Taj Mahotsava for foreign tourists or a tamasha for the locals?

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By Brij Khandelwal

Agra–The Taj Mahotsava, an annual 10-day cultural extravaganza, ostensibly organised to attract foreign tourists, has been reduced to a local “mela-tamasha” (fun fair) and has in no way helped promote tourism in the city, industry stakeholders say.

The number of foreign tourists has been falling each year and the local ambience has hardly become “tourist-friendly,” said senior tourism industry leader Rajiv Tiwari, president of Paryatan Mitra, which formed a human chain to highlight the issues. Tiwari said there was a clear “disconnect” between government policies, perceptions and the requirements of the tourism industry.

Taj-MahalAt a press conference ahead of the Taj Mahotsava, which began on Thursday, Agra divisional commissioner Pradip Bhatnagar stated he did not want crowds at the programmes but tourists.

“In that case, he should have organised the festival in a five-star hotel and not at the fair ground and at half-a-dozen spots in the city,” retorted an angry Ved Prakash, a guide.

“So many events in one month, starting with the Taj Marathon, the Taj Car race, the star-studded Taj Mahotsava, the golf tournament (a part of the festival), the Taj Literature Festival and so on. Instead of just one month, these activities should have been phased out and a calender of events for the whole year drawn up,” said senior hotelier Surendra Sharma, founder-president of the Agra Hotels and Restaurants Association.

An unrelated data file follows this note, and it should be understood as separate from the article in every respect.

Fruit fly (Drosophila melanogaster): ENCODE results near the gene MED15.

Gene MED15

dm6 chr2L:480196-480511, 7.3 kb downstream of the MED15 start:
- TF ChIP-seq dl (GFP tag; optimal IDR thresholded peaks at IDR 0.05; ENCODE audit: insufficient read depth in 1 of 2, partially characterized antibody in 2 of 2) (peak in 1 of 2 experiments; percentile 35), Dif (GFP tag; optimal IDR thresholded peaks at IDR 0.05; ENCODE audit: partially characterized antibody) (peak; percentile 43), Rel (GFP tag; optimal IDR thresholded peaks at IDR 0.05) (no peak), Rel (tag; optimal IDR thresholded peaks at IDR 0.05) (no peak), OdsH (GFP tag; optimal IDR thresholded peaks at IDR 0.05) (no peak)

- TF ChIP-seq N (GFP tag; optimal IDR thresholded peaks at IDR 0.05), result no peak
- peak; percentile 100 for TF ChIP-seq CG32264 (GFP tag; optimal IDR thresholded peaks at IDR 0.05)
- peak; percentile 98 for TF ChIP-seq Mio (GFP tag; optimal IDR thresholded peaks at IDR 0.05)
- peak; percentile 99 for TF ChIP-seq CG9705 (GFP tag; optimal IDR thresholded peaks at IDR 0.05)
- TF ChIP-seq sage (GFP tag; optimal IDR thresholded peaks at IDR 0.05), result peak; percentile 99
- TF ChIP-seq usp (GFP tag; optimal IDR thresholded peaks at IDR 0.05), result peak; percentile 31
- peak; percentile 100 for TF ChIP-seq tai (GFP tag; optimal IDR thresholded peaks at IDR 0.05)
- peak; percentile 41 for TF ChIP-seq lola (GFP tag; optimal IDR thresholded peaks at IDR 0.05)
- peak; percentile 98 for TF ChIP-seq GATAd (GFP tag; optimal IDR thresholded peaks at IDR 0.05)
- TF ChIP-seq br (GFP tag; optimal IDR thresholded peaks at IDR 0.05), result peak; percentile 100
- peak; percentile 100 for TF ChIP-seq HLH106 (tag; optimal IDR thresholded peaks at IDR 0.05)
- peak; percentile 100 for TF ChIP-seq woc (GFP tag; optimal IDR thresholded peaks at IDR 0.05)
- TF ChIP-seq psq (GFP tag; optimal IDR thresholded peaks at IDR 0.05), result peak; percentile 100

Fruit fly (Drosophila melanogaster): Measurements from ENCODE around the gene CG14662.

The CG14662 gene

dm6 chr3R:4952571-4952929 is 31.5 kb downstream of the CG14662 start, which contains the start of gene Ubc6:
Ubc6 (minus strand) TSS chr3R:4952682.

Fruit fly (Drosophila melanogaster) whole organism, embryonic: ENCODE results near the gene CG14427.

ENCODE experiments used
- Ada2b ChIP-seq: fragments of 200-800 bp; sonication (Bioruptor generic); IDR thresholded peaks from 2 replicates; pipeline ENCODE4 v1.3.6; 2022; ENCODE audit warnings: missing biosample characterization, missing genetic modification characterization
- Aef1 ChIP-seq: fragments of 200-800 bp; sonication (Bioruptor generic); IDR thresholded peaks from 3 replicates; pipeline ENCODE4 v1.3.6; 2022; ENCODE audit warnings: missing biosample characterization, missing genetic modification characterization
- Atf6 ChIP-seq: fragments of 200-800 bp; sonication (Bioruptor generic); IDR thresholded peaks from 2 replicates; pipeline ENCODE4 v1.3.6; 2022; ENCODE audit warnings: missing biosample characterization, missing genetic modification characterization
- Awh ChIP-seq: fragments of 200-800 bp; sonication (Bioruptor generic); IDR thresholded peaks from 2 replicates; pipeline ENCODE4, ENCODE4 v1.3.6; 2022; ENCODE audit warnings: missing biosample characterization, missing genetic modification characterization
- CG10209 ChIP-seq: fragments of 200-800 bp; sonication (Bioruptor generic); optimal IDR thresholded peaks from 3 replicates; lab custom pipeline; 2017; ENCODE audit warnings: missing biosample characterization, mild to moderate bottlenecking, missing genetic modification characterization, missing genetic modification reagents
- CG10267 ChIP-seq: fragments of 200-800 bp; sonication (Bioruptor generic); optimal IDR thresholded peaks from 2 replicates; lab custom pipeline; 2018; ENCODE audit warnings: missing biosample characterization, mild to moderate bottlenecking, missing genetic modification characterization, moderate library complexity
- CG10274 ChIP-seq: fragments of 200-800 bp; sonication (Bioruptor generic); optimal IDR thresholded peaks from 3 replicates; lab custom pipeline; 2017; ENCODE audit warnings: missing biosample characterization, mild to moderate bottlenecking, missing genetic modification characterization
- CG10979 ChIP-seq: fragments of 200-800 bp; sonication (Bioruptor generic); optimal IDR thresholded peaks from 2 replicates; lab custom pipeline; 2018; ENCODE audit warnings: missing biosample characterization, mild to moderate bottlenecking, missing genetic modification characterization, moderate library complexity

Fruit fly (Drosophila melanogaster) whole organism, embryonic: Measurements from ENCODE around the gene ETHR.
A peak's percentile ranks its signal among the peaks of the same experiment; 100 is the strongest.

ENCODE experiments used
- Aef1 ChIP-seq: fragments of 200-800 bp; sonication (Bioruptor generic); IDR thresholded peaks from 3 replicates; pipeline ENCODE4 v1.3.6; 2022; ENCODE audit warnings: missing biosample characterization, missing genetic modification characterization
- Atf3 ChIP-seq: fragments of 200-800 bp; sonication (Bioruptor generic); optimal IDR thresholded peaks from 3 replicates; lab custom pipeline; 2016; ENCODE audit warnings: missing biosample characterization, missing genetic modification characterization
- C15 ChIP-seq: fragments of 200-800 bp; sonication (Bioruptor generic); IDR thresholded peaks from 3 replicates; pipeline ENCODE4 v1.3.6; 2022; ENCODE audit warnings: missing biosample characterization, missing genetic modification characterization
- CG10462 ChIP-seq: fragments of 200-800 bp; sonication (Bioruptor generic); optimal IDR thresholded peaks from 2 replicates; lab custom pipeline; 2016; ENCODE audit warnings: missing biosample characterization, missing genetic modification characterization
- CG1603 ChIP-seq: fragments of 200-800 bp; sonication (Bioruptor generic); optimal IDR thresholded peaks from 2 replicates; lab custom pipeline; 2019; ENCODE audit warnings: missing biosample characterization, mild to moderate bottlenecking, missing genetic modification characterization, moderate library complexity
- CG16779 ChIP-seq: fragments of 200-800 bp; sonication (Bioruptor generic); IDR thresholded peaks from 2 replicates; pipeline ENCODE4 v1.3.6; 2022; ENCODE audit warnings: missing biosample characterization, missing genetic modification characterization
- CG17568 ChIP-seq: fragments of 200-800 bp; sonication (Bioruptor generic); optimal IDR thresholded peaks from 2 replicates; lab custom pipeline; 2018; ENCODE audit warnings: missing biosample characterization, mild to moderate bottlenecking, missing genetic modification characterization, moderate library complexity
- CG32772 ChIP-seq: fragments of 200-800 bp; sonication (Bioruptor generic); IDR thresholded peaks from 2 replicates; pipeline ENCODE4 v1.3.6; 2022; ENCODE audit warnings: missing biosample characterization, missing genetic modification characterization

“There is lack of planning and of understanding the dynamics of the tourism industry. Though the number of visitors to the Taj Mahotsava has been going up, the failure of the organisers to attract foreign tourists calls for a thorough review of strategies and efforts,” Sharma told IANS.

Some tourism industry leaders feel the Taj Mahotsav has made no impact on tourism and not helped in drawing foreigners. They say the original objectives to organise the fair were not being fulfilled. The fair had got too much localised like some kind of an extended village Haat.

The fair lacks its distinct appeal and thrust areas that could interest foreign visitors.

“The tourists fail to get a glimpse of the splendour and opulence of the Mughal era,” Rakesh Chauhan of the Agra Hotels and Restaurants Association told IANS, adding: “Year after year, you cannot go on repeating the same old features.”

“It should not remain a government show managed by indifferent bureaucrats. The industry too should share some responsibility,” Chauhan contended.


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